Ken Goldberg is a professor of industrial engineering and operations research (IEOR), with an appointment in electrical engineering and computer science, at UC Berkeley, and the former director of CITRIS People and Robots (CPAR). He received his Ph.D. in computer science from Carnegie Mellon University (CMU) in 1990 and studied at the University of Pennsylvania, Edinburgh University and the Technion. From 1991–95 he taught at the University of Southern California, and in fall 2000 was visiting faculty at MIT Media Lab.
Goldberg and his students work in two areas: geometric algorithms for automation, and networked robots. In the first category, he develops algorithms for feeding, sorting and fixturing industrial parts, with an emphasis on mathematically rigorous solutions that require a minimum of sensing and actuation so as to reduce costs and increase reliability. In the area of networked robots, Goldberg and colleagues developed the first robot publicly operable via the internet in 1994. He has published over 100 research papers and edited four books.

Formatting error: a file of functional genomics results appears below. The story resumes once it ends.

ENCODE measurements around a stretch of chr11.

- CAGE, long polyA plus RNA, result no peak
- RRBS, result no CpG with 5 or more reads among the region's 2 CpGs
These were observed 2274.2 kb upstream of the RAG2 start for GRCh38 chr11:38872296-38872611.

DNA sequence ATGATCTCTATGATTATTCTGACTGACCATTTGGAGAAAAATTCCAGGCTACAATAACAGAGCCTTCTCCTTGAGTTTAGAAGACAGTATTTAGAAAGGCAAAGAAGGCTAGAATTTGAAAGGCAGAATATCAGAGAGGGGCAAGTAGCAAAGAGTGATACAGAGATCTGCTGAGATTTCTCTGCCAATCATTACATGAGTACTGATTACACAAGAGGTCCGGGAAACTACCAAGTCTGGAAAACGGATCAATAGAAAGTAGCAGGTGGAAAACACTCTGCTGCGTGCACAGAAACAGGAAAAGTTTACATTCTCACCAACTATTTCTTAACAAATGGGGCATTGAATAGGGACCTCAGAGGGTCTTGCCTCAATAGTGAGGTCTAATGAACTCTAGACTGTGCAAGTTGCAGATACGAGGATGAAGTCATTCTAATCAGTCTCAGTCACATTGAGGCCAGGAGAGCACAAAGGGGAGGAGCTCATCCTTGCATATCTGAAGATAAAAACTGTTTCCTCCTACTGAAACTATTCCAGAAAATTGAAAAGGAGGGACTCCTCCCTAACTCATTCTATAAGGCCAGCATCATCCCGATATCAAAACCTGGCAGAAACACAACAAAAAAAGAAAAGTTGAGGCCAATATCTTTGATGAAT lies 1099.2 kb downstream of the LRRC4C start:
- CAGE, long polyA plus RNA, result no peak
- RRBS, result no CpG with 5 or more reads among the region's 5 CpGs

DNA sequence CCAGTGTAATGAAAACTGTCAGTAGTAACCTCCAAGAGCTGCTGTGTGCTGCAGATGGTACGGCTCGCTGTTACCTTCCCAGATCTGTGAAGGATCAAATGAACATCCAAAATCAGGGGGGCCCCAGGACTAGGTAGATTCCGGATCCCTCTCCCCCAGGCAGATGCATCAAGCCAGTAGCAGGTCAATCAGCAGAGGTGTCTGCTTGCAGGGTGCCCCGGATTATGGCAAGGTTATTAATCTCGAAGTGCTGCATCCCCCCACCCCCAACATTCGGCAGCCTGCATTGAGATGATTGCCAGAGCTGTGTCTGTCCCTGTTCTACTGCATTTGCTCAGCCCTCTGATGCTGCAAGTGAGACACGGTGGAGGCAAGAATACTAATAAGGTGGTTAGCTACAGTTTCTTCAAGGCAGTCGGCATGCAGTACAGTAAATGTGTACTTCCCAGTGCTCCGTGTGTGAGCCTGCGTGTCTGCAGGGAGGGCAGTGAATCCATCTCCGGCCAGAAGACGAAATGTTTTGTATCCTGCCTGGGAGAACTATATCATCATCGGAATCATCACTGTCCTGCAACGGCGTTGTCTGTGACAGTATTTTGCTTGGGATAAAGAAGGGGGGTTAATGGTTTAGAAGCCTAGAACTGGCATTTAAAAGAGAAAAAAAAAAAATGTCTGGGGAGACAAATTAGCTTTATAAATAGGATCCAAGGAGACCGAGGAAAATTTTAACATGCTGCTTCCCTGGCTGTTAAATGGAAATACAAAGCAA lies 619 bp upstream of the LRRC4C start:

In 2004, Goldberg co-founded the IEEE Transactions on Automation Science and Engineering, and he is founding chair of its advisory board. Goldberg was named a National Science Foundation Young Investigator in 1994 and an NSF presidential faculty fellow in 1995. He is the recipient of the Joseph Engelberger Award (2000) and the IEEE Major Educational Innovation Award (2001), and he was elected an IEEE fellow in 2005.
Goldberg previously served as faculty director for the CITRIS Data and Democracy initiative. The mission of the initiative was to advance information and communications technologies such as mobile applications and social media that allow individuals of all backgrounds to enhance their individual and collective awareness, participation, discovery and decision-making related to critical civic and societal issues. The Data and Democracy initiative collaborated with the UC Santa Cruz Center for Games and Playable Media, UC Berkeley’s Center for New Media (BCNM), the UC Berkeley Human Rights Center, the CITRIS Social Apps Lab, and the Algorithms, Machines, and People (AMP) Lab along with companies, government and nonprofit organizations.